Electric Bus New Flyer 060105Metrobus fleet fuel economy has improved 15% since 2005 through the expanded use of hybrid buses and improved performance across the entire bus fleet. As the Authority seeks to build upon this efficiency, conducting market research into all-electric technology provides staff with a direct experience of this near-silent and tailpipe emissions-free technology. Low-vibration electric buses such as the one demonstrated offer a smoother ride and eliminate the urban-noise and air-pollution impacts of existing bus technology. In the future, this technology has the potential to enhance the overall livability of our cities, particularly in dense urbanized areas with high frequency bus services. In the coming months other manufacturers will be visiting Metro as part of the Authority’s market research of all-electric bus technology and investigation into best locations for potential roll out.

Categories: Sustainability Tags: ,

A Bus Named Desire – What We Heard at StreetsCamp 2015

July 9th, 2015 11 comments

In part 2 of the series, StreetsCamp participants had a number of ideas to make buses better – all buses, not just Metrobus.

A Bus Named Desire - Comments from StreetscampA Bus Named Desire was the question of the day at Metro Planning staff’s StreetsCamp session last Saturday. We asked what participants thought would make a better bus – from any perspective. What are the things that transit agencies and local jurisdictions could do speed up buses, increase the level of comfort for potential riders to ride the bus, change service, etc.

Here’s what we heard, grouped by topic:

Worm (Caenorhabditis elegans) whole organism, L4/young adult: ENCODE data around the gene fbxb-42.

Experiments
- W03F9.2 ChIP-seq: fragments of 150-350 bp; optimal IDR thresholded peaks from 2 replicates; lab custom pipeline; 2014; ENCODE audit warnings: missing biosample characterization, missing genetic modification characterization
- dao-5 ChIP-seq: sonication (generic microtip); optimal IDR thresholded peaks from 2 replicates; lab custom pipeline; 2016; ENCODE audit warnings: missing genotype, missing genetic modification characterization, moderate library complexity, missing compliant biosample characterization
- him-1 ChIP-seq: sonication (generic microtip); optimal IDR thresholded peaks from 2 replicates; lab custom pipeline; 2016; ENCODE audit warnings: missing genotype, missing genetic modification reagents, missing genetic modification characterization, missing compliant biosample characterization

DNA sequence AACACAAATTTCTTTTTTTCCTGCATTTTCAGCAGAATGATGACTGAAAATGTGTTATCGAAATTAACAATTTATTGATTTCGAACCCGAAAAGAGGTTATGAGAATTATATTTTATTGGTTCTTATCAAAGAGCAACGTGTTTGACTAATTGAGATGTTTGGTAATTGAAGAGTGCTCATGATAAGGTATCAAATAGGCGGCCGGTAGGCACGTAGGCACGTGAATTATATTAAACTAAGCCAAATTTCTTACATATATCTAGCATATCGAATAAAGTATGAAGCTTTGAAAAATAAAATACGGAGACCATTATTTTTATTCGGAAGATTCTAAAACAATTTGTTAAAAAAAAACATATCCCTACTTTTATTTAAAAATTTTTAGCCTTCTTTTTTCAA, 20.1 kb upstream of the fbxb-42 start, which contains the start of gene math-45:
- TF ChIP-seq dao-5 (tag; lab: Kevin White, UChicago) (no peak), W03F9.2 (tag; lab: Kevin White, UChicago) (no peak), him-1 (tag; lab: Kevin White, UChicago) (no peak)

Service

  • Bus lanes, bus lanes, bus lanes (WMATA note – there are some great corridors for these. Please also let your city/county know you think they are important. They own and operate the streets!)
  • Bus routes that offer better connections to destinations far from Metro stations
  • Take station relocation and system redesign seriously. Build partnerships with community organizations. (WMATA note – both a regional approach, as well as line by line, are underway!)
  • Consolidate stops on every line to save time and money. Buses don’t need to stop every block.
  • More frequent off-peak service
  • Add express service from Maryland suburbs

Read more…

Transit Today, Tomorrow, and Beyond: There’s More to It Than Metrorail

July 6th, 2015 1 comment

In part one of this series, Metro Planners led a session at StreetsCamp  Saturday June 20, 2015 to talk with transit advocates about other possibilities beyond Metrorail to increase transit use, reach, and access.

I want Metro to...

Politicians and citizens always ask for more Metrorail, but why should transit continue to chase land use decisions? Metro Planners Allison Davis and Kristin Haldeman talked to transit advocates and urbanists at StreetsCamp last Saturday to provide approaches that can help the transit we have today reach more people and be more cost-effective without requiring more Metrorail (pdf). The major take-aways for advocates and urbanists were to advocate for:

(1)    Local decision makers to monetize full life‐cycle cost of land use options;

(2)    Access projects that create comfortable (i.e. desirable) paths for pedestrians and bicyclists; and

(3)    Local jurisdictions to add transit signal priority, queue jumps, and bus lanes

Why these three specifically? Read more…

Metrobus Revises the 22 and 25 Bus Lines

June 30th, 2015 No comments

As part of Metrobus’ June 21, 2015 Service Change, the Ballston-Bradlee-Pentagon Line has been eliminated and the Barcroft-South Fairlington Line has been revised.